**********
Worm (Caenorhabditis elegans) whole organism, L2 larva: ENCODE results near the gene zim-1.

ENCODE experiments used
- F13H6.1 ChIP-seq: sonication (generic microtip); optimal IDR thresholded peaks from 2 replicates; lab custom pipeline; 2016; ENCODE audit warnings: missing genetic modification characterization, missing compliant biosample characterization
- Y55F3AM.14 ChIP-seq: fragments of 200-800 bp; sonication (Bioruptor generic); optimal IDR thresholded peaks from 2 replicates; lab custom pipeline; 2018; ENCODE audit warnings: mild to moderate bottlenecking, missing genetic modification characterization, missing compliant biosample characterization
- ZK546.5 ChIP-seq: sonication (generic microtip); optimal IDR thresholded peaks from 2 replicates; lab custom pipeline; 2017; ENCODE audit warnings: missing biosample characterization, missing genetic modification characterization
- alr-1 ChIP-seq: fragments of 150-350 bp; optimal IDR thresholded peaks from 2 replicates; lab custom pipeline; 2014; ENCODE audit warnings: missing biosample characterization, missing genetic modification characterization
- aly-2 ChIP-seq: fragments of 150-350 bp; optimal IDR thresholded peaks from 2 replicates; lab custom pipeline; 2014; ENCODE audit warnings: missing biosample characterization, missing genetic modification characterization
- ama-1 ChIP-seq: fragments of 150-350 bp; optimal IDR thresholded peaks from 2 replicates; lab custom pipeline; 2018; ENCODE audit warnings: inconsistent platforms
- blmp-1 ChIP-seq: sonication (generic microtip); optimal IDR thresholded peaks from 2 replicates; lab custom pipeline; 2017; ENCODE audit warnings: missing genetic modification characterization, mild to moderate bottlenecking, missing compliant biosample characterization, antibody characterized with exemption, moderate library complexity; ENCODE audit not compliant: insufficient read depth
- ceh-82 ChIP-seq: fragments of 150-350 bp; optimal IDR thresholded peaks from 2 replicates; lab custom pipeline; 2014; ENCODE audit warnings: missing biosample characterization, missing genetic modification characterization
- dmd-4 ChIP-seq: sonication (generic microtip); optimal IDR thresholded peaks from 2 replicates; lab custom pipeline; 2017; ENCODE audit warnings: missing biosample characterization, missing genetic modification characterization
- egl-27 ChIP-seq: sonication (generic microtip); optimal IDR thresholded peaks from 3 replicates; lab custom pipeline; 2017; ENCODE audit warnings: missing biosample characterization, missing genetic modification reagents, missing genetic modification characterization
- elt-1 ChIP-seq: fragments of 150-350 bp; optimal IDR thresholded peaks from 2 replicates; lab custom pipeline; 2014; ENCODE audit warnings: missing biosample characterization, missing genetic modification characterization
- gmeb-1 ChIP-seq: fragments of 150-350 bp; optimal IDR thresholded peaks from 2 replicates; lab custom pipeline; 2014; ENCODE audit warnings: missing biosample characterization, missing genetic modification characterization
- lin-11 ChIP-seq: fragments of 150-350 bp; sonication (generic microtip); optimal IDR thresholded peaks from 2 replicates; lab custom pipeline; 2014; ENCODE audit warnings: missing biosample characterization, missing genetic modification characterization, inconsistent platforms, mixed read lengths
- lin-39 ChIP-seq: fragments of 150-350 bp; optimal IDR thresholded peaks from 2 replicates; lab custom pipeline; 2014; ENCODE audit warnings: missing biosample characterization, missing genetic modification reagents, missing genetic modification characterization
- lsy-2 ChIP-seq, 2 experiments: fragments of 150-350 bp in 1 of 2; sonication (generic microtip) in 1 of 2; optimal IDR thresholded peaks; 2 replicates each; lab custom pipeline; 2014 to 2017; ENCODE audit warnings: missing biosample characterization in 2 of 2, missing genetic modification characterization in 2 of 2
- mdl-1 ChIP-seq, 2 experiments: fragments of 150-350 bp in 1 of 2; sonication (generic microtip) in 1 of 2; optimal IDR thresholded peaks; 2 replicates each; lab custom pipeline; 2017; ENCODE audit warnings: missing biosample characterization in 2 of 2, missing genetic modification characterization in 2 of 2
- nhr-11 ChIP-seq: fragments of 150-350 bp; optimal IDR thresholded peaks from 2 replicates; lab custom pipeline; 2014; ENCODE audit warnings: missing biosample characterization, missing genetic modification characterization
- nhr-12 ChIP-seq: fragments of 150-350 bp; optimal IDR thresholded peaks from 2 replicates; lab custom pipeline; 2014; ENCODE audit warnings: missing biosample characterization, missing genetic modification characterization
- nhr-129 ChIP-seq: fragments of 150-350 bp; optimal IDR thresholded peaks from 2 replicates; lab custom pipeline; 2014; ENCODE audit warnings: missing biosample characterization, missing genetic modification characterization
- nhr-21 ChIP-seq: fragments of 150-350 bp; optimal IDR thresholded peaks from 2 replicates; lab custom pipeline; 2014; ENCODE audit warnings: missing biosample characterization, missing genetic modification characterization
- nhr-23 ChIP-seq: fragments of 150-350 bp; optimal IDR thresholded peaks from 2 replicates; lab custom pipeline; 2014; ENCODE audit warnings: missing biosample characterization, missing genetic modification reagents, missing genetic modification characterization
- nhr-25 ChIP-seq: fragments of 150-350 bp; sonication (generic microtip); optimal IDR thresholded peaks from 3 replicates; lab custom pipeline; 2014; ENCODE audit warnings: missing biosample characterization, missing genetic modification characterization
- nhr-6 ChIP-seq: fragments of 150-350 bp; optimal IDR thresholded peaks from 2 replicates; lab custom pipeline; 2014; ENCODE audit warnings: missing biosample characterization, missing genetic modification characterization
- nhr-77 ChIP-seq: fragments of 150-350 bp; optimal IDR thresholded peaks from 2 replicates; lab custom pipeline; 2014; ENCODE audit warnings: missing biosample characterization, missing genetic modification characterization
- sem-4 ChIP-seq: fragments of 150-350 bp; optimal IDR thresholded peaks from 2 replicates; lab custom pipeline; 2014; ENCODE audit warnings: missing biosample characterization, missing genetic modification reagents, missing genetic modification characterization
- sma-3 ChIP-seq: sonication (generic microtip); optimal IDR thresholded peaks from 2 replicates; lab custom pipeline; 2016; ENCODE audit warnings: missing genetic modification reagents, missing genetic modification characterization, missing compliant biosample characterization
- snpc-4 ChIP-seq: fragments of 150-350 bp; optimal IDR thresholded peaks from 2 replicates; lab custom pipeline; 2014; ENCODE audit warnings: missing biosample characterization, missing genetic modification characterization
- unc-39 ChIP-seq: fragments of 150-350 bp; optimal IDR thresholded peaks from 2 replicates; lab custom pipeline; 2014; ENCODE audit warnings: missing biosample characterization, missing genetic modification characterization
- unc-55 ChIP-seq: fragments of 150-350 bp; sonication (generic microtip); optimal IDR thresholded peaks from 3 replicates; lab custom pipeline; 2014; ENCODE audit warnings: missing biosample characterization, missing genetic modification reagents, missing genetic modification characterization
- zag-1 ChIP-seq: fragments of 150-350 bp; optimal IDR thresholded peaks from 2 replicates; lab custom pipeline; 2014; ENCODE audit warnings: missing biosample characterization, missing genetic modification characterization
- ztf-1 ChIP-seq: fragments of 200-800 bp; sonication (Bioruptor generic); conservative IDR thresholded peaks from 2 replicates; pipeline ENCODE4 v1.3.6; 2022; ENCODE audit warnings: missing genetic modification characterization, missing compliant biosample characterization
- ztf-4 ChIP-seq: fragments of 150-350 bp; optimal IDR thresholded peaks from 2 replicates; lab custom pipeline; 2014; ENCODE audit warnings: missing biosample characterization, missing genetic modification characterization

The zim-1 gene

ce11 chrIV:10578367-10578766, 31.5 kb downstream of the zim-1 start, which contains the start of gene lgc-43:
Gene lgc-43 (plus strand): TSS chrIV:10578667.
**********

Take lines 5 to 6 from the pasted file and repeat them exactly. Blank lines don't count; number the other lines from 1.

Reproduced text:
- ZK546.5 ChIP-seq: sonication (generic microtip); optimal IDR thresholded peaks from 2 replicates; lab custom pipeline; 2017; ENCODE audit warnings: missing biosample characterization, missing genetic modification characterization
- alr-1 ChIP-seq: fragments of 150-350 bp; optimal IDR thresholded peaks from 2 replicates; lab custom pipeline; 2014; ENCODE audit warnings: missing biosample characterization, missing genetic modification characterization